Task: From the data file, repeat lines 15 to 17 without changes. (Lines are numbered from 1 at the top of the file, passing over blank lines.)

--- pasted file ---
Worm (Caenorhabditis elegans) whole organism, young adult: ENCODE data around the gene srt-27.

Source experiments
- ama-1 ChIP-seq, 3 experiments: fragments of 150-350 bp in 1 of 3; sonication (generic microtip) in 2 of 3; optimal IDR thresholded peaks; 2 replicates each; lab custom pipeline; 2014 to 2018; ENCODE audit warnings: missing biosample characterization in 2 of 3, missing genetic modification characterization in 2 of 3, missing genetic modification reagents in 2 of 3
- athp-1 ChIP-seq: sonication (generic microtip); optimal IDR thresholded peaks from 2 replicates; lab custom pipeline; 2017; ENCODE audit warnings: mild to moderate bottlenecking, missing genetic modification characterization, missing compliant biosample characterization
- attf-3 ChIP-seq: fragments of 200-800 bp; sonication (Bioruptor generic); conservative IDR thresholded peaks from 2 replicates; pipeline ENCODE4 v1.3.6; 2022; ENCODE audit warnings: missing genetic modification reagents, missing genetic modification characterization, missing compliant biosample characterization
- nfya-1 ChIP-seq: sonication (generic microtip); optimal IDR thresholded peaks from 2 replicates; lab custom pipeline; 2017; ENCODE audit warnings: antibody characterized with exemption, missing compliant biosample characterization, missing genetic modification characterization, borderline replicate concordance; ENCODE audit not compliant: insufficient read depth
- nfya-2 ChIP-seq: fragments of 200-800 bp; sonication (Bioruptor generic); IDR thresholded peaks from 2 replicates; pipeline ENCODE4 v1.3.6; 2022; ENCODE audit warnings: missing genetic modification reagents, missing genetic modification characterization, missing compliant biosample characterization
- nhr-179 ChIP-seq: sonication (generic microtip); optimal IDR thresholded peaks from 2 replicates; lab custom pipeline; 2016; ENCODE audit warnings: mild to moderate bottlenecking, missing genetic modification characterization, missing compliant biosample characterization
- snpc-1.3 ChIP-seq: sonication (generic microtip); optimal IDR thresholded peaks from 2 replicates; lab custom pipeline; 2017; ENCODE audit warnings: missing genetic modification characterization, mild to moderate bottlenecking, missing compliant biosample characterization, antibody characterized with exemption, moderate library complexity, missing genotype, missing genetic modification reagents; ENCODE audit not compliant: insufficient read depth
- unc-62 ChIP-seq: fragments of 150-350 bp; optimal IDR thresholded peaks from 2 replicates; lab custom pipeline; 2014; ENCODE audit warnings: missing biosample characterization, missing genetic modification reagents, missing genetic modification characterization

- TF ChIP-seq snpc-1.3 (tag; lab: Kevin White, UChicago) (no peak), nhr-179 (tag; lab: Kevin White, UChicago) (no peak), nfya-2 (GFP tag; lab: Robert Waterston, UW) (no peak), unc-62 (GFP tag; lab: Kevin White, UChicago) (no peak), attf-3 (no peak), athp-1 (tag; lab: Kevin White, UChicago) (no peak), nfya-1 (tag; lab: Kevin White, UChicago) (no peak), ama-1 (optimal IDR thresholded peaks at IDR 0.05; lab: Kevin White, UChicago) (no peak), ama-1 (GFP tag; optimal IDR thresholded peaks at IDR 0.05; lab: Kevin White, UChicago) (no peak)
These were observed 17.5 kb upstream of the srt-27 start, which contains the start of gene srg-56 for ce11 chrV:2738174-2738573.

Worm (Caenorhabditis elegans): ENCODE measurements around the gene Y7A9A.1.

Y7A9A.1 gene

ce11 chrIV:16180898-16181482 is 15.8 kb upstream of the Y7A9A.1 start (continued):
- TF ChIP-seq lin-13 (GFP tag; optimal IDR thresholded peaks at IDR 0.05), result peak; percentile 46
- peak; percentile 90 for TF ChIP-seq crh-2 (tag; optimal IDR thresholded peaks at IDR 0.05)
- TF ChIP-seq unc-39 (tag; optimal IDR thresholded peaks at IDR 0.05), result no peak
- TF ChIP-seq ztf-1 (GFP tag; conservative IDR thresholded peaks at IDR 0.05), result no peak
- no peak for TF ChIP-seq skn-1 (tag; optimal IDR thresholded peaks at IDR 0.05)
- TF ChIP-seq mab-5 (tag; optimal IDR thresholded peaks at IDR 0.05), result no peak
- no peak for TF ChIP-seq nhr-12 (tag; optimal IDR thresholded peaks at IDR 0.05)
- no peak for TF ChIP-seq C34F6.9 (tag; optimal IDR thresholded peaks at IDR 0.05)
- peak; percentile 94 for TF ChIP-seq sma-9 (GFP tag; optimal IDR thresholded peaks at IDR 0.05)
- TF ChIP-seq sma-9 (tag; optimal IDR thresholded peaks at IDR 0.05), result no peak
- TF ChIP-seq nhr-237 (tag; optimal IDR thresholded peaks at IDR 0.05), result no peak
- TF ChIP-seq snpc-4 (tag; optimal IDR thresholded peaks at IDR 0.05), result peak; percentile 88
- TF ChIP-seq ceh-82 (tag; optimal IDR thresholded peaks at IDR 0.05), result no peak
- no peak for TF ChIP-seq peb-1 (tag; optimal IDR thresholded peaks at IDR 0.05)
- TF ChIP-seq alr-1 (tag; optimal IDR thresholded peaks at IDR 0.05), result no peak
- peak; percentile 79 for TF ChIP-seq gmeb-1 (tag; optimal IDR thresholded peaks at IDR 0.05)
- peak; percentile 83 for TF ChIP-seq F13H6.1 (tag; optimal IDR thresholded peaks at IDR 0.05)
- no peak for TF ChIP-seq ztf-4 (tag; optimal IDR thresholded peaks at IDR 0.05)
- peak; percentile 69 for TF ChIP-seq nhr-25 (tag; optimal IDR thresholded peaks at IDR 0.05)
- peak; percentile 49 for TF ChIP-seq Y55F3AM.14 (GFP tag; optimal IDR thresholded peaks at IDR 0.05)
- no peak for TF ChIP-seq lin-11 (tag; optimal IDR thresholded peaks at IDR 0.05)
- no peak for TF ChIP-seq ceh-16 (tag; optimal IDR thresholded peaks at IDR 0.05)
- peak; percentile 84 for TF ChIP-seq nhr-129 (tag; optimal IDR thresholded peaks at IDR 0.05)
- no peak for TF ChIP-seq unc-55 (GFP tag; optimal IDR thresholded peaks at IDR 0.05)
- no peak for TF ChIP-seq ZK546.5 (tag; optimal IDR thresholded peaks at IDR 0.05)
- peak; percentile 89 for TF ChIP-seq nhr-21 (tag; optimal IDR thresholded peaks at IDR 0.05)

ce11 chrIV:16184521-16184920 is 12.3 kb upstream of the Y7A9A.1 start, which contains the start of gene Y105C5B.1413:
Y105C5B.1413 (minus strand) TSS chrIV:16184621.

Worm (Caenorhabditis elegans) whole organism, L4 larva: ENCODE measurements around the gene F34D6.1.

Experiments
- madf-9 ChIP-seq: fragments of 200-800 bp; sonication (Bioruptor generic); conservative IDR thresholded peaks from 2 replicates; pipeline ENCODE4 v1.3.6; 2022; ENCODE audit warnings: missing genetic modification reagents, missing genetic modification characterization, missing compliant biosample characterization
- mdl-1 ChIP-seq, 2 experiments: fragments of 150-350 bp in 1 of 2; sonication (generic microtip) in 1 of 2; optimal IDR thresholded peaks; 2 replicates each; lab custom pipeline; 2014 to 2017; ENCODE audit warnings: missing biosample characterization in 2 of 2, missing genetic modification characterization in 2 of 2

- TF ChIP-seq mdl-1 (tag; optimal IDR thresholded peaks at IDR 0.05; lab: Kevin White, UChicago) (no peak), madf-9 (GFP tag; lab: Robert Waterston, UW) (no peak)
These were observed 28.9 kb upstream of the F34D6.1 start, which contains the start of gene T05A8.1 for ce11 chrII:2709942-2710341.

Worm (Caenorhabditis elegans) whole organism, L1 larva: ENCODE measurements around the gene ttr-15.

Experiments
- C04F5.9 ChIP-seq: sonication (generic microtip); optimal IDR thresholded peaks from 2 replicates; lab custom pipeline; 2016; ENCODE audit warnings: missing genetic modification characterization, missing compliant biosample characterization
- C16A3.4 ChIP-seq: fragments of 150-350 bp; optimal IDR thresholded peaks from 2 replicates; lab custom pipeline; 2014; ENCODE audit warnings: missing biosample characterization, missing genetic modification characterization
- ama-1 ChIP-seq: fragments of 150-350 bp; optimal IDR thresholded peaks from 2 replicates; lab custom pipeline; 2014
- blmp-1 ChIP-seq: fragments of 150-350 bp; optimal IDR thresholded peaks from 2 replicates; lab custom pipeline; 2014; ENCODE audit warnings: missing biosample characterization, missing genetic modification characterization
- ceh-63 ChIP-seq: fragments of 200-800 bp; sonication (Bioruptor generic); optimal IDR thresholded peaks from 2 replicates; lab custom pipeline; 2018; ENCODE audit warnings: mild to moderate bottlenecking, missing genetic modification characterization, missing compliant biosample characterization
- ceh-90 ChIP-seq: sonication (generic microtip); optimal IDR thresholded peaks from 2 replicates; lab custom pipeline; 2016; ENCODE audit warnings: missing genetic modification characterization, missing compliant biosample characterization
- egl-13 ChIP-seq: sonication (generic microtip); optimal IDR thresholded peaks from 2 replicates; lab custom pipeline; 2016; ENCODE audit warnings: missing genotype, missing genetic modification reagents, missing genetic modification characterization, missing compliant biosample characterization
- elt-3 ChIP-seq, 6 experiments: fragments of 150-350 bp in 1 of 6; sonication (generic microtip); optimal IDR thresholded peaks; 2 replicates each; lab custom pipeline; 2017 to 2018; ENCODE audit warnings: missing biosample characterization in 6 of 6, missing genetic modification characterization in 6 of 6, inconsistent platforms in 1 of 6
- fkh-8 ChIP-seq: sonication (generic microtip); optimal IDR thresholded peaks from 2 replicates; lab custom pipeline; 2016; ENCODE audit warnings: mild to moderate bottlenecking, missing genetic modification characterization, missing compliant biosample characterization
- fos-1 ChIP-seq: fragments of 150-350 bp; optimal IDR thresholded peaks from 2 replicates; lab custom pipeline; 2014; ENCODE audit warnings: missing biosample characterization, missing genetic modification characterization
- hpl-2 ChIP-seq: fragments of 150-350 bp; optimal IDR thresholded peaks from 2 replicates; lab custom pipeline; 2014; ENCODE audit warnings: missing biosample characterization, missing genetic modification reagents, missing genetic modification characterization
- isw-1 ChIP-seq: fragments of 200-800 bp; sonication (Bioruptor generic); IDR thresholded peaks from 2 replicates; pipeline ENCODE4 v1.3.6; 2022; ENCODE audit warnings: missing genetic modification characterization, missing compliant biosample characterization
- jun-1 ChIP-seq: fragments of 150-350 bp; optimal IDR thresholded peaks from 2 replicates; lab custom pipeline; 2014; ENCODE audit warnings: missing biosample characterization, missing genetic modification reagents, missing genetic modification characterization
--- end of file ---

ce11 chrIV:16180898-16181482 is 15.8 kb upstream of the Y7A9A.1 start (continued):
- TF ChIP-seq lin-13 (GFP tag; optimal IDR thresholded peaks at IDR 0.05), result peak; percentile 46
- peak; percentile 90 for TF ChIP-seq crh-2 (tag; optimal IDR thresholded peaks at IDR 0.05)